The Rome That We Admire

The founding fathers were familiar with the history of the Roman empire and often sought to imitate their good traits.   

There are aspects of Roman leadership that we greatly admire, such as their building of their roads, bridges and aqueducts.  At the height of the Roman Empire, they had 370 separate highways stretching 53,000 miles, about the length of the US interstate system.  The roads were built to last, paved of stone and iron, and 10 feet deep.  Can we say the same for America’s infrastructure?  Many Roman roads, bridges and aqueducts can still be seen today, an engineering wonder.  How many presidents can say, as Augustus Caesar did, “I found it brick and left it marble”?

We admire the Roman Empire as a gigantic free-trade zone, and even though Augustus Caesar was a dictator, he lived frugally and modestly, and focused on a competent and efficient administration.  

For a period of time, Rome allowed free speech.  Anyone could criticize the emperor as long as he spoke inside the Forum. 

It has been a tradition to write or speak on liberty when visiting the Forum.  In 1854, John Stuart Mill and his wife Harriet visited the Forum and Mill came up with the idea of writing his libertarian tract, On Liberty, published in 1860.  In 1954, Friedrich Hayek followed in Mill’s footsteps and at the Forum decided to write his book The Constitution of Liberty, published in 1960.  Continuing this tradition, in 2009 I wore a toga and spoke freely in favor of “persuasion over force” in the Roman forum. See Persuasion vs. Force – MSKOUSEN.COM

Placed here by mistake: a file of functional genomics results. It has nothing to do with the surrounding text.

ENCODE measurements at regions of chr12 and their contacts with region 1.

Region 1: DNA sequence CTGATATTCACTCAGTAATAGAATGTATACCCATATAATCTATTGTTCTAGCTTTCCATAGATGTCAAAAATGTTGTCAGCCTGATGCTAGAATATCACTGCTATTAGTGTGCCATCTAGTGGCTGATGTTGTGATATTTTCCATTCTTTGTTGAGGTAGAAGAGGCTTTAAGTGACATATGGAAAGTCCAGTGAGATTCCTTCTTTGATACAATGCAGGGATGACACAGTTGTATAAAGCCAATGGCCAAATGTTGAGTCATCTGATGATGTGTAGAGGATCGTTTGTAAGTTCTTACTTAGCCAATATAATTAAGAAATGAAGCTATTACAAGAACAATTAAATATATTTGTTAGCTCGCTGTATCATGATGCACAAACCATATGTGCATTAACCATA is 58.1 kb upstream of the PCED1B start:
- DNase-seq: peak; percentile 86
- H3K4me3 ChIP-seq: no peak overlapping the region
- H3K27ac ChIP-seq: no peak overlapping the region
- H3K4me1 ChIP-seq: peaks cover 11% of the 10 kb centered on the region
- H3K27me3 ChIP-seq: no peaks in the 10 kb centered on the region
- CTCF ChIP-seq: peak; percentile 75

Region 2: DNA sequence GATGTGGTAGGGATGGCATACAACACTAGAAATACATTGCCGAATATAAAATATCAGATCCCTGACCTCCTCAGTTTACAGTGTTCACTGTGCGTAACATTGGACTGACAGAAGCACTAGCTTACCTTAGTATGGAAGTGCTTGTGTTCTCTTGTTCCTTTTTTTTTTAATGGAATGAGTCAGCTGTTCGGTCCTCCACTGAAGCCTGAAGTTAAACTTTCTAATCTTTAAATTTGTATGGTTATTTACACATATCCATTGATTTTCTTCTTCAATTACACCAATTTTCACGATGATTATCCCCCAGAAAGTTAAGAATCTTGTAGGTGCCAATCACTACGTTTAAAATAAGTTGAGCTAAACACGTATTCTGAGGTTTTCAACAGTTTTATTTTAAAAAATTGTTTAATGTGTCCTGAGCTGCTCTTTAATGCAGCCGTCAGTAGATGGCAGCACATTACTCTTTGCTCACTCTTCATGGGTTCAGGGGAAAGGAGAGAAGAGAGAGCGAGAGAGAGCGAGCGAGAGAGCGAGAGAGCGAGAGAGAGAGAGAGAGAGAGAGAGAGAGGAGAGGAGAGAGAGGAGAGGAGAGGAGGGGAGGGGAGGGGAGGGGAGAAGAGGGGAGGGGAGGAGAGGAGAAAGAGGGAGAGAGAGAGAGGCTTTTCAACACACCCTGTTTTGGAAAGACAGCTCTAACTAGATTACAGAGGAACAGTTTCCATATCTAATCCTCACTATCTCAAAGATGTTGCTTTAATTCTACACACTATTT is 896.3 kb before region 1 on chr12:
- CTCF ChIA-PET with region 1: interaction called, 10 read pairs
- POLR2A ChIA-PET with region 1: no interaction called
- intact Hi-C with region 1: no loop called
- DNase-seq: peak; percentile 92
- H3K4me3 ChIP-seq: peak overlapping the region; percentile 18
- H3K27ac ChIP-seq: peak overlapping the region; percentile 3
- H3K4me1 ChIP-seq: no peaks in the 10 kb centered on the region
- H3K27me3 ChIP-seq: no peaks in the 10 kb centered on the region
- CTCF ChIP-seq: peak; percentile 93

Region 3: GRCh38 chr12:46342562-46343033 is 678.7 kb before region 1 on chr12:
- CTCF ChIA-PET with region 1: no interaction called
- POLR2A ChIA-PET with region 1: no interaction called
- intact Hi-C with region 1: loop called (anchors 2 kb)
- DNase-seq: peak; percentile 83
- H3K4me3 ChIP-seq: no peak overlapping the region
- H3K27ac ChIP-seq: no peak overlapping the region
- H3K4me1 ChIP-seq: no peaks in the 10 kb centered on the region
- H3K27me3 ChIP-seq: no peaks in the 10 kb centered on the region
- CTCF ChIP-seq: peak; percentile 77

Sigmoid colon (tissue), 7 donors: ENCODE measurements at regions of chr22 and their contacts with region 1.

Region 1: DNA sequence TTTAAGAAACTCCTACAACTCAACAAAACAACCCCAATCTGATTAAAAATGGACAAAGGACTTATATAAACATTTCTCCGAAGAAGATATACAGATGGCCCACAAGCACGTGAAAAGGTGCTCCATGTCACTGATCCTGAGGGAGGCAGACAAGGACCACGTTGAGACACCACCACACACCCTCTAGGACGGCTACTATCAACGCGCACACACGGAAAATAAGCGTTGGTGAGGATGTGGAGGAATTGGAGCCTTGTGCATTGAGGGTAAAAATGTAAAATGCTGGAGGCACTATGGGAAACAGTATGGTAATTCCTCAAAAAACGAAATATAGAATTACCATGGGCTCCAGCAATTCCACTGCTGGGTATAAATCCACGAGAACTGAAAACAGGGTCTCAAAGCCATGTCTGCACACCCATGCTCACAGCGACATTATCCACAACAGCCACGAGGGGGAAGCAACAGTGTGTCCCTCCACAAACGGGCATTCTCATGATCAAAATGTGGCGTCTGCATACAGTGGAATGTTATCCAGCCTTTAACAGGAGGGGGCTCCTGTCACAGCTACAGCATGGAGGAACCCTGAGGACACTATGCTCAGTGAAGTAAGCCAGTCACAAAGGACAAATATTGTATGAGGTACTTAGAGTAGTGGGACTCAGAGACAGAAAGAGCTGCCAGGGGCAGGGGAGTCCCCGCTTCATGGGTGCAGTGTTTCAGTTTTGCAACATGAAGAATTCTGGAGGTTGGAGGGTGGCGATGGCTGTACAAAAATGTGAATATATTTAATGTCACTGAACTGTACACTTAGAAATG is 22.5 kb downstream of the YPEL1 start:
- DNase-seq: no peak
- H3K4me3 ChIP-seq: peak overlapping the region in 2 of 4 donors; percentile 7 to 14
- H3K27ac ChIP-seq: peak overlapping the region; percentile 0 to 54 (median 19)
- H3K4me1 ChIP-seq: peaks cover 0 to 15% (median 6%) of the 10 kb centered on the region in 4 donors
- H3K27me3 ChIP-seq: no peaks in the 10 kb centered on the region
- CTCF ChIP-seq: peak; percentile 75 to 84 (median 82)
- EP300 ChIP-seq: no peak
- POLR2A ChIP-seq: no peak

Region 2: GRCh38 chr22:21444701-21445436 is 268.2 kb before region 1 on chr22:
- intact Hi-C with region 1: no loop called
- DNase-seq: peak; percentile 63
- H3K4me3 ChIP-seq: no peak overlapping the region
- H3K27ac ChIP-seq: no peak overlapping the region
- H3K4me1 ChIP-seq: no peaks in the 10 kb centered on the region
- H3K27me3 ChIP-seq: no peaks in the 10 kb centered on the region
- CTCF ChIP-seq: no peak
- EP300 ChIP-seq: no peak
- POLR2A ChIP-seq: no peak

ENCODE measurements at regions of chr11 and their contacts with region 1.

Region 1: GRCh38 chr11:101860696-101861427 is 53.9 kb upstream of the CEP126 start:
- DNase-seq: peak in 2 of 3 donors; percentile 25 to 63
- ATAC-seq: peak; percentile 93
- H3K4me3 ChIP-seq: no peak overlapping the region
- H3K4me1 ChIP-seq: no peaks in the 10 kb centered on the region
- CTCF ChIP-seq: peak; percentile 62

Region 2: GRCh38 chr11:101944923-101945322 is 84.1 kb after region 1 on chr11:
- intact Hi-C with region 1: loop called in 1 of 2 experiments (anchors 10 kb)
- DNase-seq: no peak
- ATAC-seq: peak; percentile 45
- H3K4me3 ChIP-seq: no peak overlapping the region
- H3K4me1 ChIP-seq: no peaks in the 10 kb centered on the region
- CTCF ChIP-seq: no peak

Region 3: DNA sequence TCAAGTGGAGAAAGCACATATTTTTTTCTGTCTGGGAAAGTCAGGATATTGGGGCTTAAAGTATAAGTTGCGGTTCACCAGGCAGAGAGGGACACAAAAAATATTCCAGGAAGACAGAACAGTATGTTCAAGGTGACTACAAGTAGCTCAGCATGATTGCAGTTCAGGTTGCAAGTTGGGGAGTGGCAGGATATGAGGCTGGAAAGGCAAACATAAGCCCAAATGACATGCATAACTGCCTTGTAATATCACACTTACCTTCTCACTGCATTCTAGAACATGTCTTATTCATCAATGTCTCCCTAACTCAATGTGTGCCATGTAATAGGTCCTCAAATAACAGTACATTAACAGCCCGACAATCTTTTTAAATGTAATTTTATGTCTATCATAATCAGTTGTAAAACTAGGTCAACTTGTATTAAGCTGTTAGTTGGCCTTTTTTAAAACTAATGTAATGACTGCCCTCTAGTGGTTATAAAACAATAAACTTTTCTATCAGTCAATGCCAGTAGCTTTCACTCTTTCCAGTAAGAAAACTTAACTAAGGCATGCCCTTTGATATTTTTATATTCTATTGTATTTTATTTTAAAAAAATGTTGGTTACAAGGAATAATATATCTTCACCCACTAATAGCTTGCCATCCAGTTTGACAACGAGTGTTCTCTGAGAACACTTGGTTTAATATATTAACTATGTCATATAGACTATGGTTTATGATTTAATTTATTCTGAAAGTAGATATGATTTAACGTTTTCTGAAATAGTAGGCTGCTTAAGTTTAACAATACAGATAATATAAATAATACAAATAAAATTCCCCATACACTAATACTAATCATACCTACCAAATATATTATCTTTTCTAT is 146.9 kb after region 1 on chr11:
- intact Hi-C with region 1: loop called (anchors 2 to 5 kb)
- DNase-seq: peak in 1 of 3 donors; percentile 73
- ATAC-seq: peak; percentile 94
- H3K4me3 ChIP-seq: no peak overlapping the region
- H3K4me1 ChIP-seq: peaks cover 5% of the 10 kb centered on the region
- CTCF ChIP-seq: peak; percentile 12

Rome depended on the rule of law based on the Twelve Tables.  The United States created a Constitution that drew upon the ideas of Roman statesmen, including the idea of representative government, checks and balances, a judiciary, and limits (veto power) on our leaders.